OAKHURST, Calif., April 19, 2022 /PRNewswire/ — Now, travelers can make better choices at the doorstep of Yosemite National Park by supporting two family-owned businesses dedicated to sustainable practices.

Sierra Meadows is a glamping resort inspirational for their restorative initiatives. The owners purchased the land as a golf course and diligently transformed the property into a beacon for eco-conscious travelers. Today the rewilding landscape is no longer a golf course— it’s filled with drought-tolerant plants, paths, and a sculpture park.

Inspiringly, restoring natural animal habitat was only the beginning. These Earth-allies installed a major solar panel system in 2017, generating more electricity than is needed to run the resort. There is free EV charging, an all-electric fleet for their housekeeping staff, and the latest improvement is a transition to all-electric landscaping equipment.

“When I read an article explaining a gas-powered leaf blower emits more pollution in an hour than a vehicle driving 1,100 miles, I knew we could do better,” explains Reid Spice, co-owner of Sierra Meadows. “We set a goal to phase out the use of gasoline on our property in favor of renewables and we will achieve that benchmark this year.”

Sierra Meadows has done away with plastic water bottles. Their well-insulated cabins are energy and water efficient, and well-appointed despite having no single-use plastics. Goods are ordered in bulk, arriving on palates that use the least amount of packaging possible.

Another business outside of Yosemite making improvements is Pedal Forward Bikes and Adventure. The bike shop only uses biodegradable cleaners, they purchase bamboo toilet paper, wash cloth shop rags for bike cleanings, source t-shirts and coffee from small local businesses and offer customers the option of used parts in good condition before sourcing new ones. They reuse boxes, foam, and bubble wrap for shipping. And of course, they recycle but more than that, they’ve tracked the data.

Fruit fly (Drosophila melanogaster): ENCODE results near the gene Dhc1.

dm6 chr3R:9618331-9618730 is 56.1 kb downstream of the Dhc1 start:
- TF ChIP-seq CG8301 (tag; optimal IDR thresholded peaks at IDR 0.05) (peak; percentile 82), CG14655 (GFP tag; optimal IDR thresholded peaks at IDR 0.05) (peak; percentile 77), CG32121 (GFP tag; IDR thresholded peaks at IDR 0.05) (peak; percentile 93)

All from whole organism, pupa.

In 2021, their total waste was 2,330.7 lbs. The total of all recyclables was 2,178.8 lbs, giving a landfill diversion of 93.5%! Anything over 90% can be classified as attaining “zero waste” standards.   

“I am cautious to practice what I preach,” explains Jorge Negrete, co-owner of Pedal Forward. “Every day we make a choice to operate a business that is responsible and ethical.”

These two businesses in Yosemite’s southern gateway are committed to putting their money where it matters to make a difference for the planet.

Brooke Smith
[email protected]

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SOURCE Visit Yosemite Madera County


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World Reviewer Staff
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